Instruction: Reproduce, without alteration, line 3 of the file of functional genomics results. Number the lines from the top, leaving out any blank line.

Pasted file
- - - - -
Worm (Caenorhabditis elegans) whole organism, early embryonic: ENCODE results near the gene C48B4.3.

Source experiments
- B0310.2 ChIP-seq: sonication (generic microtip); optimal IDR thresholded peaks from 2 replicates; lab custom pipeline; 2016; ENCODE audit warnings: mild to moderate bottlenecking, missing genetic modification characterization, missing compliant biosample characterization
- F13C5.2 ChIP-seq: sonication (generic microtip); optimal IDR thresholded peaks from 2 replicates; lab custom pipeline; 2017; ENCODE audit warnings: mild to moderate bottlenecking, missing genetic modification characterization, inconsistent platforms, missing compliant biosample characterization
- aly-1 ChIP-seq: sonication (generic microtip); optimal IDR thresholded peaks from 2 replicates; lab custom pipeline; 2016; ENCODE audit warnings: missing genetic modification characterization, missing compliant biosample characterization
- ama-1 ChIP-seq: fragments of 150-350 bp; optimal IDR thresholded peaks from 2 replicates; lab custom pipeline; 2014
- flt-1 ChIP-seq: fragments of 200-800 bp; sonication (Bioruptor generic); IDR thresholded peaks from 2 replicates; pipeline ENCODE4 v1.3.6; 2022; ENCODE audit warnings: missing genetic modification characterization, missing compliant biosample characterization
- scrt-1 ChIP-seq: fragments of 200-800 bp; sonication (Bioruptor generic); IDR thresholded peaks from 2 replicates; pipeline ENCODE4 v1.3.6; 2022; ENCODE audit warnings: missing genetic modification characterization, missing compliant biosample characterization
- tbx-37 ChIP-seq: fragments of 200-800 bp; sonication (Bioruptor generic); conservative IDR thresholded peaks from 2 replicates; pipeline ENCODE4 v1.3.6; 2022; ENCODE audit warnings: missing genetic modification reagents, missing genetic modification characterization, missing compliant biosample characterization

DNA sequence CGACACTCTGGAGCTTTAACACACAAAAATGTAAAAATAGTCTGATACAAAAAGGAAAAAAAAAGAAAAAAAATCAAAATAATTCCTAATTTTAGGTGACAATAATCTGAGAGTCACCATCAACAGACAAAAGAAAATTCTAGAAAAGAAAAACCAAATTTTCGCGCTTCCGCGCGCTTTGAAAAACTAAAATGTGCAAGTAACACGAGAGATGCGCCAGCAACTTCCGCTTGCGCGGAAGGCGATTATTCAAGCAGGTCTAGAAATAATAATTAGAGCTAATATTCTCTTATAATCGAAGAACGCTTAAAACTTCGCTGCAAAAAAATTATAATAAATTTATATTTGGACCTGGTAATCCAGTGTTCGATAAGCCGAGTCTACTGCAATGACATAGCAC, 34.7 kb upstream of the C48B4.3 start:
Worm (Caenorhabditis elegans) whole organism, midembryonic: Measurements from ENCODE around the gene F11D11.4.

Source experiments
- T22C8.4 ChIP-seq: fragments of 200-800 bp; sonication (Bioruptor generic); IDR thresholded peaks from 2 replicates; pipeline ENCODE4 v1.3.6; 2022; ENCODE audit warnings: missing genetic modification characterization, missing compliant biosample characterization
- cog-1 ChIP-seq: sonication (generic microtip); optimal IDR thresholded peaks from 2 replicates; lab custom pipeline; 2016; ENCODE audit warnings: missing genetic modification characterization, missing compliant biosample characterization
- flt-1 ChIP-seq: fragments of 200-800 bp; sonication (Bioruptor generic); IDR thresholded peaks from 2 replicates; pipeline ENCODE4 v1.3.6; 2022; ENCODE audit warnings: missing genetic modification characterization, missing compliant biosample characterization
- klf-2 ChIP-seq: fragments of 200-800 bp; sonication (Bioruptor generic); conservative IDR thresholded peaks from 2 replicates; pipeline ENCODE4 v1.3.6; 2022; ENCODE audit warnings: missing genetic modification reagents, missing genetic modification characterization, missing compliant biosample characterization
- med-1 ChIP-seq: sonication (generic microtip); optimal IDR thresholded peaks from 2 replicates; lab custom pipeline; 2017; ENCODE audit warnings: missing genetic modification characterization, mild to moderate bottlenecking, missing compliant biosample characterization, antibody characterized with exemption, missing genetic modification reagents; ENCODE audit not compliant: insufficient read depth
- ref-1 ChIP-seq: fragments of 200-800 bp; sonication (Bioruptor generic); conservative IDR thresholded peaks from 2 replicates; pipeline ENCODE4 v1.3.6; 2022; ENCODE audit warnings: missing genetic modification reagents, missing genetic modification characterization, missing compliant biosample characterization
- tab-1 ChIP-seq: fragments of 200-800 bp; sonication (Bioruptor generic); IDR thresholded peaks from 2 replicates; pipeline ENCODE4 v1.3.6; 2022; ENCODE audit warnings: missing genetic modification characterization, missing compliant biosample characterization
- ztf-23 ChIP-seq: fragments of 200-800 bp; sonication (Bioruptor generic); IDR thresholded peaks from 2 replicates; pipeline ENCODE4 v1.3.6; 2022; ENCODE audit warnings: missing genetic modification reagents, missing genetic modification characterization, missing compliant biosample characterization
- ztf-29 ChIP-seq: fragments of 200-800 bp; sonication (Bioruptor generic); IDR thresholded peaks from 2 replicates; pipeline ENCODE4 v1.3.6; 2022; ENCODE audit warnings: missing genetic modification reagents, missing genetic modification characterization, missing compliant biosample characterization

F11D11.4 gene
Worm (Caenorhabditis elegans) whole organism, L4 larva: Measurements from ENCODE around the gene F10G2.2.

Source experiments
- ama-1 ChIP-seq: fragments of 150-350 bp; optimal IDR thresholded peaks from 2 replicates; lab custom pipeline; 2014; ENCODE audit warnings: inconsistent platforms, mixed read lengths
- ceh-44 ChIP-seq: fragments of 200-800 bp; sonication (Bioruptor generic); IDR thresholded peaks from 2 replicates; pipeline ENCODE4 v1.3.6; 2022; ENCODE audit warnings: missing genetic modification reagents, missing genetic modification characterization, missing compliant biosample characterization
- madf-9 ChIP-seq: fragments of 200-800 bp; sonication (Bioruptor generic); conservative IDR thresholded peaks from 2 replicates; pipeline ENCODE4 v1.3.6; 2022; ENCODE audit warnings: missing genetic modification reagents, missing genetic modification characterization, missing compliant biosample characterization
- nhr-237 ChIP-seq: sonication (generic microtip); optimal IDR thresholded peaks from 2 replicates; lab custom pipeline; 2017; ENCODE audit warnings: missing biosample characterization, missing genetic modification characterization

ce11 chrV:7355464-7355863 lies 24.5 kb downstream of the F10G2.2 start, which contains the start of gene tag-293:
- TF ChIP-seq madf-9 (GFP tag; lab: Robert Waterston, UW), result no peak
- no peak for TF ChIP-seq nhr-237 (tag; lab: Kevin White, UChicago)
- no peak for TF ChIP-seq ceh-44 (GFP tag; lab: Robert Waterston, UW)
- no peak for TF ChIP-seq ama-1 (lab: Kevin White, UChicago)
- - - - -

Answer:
- B0310.2 ChIP-seq: sonication (generic microtip); optimal IDR thresholded peaks from 2 replicates; lab custom pipeline; 2016; ENCODE audit warnings: mild to moderate bottlenecking, missing genetic modification characterization, missing compliant biosample characterization